LUSAKA, Zambia – A bus operated by Zambia's postal service carrying passengers toward its capital Lusaka smashed into a semi-truck and another car Thursday, killing at least 53 people in one of the worst traffic crashes in the nation in recent history, officials said.
The crash happened Thursday morning near the town of Chifamba, about 60 miles north of Lusaka, police spokeswoman Elizabeth Kanjela said. Images carried by local media in Zambia showed rescuers climbing over the smashed-in front-end of the white bus, the remains of the orange semi-truck in pieces in front of it. Other images showed corpses laying alongside the two-lane highway that connects the capital to neighboring Tanzania.
Kennedy Sakeni, Zambia's information minister, said at least 53 people died in the crash, while another 22 had been taken to local hospitals. A sport utility vehicle also was involved in the crash, he said.
Zambia Postal Services runs the bus routes throughout the country, carrying passengers and mail through the nation of 13 million people in southern Africa.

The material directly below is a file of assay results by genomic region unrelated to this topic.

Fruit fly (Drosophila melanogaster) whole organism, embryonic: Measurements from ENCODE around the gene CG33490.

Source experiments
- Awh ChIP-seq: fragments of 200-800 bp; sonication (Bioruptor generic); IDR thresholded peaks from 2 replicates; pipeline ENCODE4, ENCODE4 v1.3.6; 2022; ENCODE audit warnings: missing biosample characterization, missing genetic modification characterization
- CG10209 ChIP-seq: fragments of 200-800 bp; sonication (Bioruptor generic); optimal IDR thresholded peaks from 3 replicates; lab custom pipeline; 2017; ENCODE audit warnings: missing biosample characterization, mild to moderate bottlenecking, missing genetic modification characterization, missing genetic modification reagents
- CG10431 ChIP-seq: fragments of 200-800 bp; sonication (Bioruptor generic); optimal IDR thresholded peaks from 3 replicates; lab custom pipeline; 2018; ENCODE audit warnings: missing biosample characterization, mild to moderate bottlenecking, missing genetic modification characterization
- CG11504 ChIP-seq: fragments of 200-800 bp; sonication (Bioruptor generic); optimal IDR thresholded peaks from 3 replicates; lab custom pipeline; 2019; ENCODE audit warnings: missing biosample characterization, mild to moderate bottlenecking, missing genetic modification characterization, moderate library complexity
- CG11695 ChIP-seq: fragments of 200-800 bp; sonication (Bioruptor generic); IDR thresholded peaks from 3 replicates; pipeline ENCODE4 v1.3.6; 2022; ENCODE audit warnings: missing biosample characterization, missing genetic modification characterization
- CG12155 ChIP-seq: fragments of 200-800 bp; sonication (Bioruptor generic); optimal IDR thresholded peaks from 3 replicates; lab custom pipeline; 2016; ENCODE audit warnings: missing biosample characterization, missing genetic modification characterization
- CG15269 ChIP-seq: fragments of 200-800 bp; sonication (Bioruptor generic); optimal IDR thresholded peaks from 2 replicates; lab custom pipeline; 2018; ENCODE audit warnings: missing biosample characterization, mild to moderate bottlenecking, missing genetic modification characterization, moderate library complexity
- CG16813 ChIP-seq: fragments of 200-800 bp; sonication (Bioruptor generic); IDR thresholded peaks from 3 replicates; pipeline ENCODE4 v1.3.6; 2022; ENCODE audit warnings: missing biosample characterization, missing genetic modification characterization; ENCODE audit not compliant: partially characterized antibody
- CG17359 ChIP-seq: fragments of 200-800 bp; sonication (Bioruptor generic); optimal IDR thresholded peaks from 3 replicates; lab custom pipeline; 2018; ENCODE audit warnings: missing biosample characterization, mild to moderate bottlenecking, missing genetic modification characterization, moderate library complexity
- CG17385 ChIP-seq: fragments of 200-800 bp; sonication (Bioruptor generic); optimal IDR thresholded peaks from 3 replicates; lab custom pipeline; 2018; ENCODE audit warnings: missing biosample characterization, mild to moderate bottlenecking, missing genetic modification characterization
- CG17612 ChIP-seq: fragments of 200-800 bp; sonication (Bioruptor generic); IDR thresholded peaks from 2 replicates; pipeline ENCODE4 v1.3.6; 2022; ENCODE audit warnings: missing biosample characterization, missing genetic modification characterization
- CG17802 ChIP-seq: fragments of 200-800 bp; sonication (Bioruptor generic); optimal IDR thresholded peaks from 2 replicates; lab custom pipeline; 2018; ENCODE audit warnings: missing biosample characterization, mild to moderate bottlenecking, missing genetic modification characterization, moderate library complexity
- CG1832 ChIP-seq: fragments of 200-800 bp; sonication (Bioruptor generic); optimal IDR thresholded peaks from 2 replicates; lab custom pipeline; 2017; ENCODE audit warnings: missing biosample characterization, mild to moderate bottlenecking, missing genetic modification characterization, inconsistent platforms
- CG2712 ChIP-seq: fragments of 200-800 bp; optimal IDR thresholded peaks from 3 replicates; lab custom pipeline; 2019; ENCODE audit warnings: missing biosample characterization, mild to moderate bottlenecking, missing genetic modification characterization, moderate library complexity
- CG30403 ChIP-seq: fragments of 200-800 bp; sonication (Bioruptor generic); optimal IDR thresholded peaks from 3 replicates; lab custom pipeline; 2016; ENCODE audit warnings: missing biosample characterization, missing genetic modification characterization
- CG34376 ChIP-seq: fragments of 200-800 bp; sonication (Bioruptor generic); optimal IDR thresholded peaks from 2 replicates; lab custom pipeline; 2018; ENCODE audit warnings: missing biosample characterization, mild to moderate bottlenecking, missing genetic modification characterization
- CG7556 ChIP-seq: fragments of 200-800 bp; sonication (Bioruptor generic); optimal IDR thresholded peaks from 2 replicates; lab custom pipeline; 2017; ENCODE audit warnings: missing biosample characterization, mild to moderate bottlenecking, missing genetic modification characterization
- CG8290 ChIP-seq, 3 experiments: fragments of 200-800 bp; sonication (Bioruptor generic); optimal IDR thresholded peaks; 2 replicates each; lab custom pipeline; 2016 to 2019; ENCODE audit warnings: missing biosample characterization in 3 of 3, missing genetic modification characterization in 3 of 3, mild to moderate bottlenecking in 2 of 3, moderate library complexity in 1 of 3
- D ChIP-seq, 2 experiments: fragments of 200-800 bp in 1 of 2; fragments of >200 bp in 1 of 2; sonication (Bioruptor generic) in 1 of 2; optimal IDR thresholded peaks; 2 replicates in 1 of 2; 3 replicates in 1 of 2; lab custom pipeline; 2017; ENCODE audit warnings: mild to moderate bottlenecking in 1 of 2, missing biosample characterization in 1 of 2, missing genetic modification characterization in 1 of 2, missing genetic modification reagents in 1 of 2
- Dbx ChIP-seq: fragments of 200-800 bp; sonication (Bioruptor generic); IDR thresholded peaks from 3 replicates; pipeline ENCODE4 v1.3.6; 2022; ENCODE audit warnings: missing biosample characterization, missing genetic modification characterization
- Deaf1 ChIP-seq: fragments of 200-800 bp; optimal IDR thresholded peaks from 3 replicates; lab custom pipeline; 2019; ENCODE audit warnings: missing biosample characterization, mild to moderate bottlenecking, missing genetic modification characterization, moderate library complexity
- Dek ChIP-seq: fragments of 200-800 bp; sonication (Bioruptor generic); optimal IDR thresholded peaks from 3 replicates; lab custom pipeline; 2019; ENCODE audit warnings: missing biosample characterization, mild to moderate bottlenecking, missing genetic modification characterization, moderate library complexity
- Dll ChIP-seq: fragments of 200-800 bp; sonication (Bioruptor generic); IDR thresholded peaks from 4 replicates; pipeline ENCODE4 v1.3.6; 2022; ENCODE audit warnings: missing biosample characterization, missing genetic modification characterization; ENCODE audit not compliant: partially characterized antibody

Kanjela said rescuers still couldn't get into the bus to see if any other bodies remained inside, even hours after the crash. Police were continuing their investigation and still hadn't determined what caused the crash as of Thursday night. The two-lane highway where the crash happened is known for having high traffic, even during the night.
In a statement, President Michael Sata said he had sent his condolence to the families who lost loved ones in the crash.
"Allow me on behalf of my Cabinet, the First Lady and indeed on my own behalf to convey my deepest condolences to the bereaved families," Sata said. "We pray that the Lord almighty grants the bereaved families comfort and strength during this very painful period."
The crash Thursday represented one of the worst for Zambia in recent years. In April 2005, a truck packed with high school students skidded off a mountain road in northern Zambia, killing at least 38 and seriously injuring another 50.